The second part addresses Pentecostal and Charismatic theology and contains three sections with some thirty articles. The three sections are Pentecostal eschatology, healing, and baptism in the Spirit and charismatic gifts. The section on eschatology has articles by Boddy, G. Polman, Elizabeth Sisson, Aimee S. McPherson, David Allen, J. Rodman Williams, David Wilkerson, and Peter Hocken. The next section on healing is comprised of ten articles by Boddy, Smith Wigglesworth, H. Horton, G. Jeffreys, F. F. Bosworth, C. L. Parker, T. L. Osborn; K. Kuhlman, Oral Roberts, and J. Wimber with K. Springer. The third section is the largest, with twelve articles on Spirit baptism and charismatic gifts composed by Edward Irving; William Durham; J. Roswell Flower; Donald Gee; D. Petts; Dennis Bennett and Rita Bennett; the 111th General Assembly of the Presbyterian Church (1971); Frank D. Macchia; Peter Hocken; T. B. Barratt; Mike Bickle with Michael Sullivant; and Paul Yonggi Cho with R. Whitney Manzano.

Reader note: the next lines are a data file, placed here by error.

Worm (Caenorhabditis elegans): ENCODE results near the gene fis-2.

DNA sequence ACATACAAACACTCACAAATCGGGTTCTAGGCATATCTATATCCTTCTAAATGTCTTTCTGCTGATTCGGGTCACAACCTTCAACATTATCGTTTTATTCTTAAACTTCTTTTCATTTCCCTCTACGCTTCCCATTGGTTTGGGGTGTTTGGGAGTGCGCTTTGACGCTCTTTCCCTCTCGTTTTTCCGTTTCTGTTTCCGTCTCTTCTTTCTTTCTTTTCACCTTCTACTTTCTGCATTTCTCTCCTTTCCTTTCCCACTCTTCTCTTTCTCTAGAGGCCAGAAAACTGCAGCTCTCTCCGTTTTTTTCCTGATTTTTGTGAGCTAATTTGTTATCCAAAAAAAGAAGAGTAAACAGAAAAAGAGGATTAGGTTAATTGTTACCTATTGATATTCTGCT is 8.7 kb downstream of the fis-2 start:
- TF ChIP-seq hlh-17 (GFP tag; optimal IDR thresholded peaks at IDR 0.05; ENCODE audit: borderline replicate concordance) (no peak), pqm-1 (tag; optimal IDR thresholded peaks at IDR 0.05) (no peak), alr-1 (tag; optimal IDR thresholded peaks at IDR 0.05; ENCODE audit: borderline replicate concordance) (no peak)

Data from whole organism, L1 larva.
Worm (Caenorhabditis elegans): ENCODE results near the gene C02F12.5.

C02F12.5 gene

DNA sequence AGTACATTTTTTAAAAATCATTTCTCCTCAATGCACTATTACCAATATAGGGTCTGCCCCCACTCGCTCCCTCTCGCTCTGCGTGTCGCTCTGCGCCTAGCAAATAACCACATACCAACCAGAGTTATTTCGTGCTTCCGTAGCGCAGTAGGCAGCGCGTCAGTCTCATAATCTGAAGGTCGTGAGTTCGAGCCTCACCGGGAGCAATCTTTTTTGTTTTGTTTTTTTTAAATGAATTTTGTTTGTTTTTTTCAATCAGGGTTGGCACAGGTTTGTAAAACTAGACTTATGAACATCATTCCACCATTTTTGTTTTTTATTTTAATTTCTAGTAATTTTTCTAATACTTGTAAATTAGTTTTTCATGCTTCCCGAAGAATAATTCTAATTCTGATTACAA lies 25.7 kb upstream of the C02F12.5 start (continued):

The third part, on theology in practice, is the largest, with five sections: holiness, worship, church life, evangelism and missions. The section on holiness contains six articles by Jonahan Paul, Durham, Grant Wacker, the International Pentecostal Church of Holiness, J. White, and Colin Urquhart. Twelve articles make up the section on worship, by Boddy; Gee; M. B. Woodward Etter; Niels P. Thompson; the Assemblies of God (AG) Hymnal Committee; C. H. Morris and H. Tee; Joel Edwards; Chris Bowater; G. Kendrick; Jack W. Hayford; John Wimber; and finally Darlene Zschech. The next section on church life includes contributions from authors like the Apostolic Church UK, Arthur Wallis, two by Larry Christenson, Derek Prince, David Tomlinson, and Bickle with Sullivant. Evangelism is addressed by Gee, Jeffereys, Reinhard Bonnke, W. H. T. Richards, L. Steiner, D. Watson, John Wimber with Kevin Springer, and David Yonggi Cho. The final section on missions has six articles, including two by C. Polhill, W. F. P Burton, H. Womersley, Melvin L. Hodges, and C. Kraft.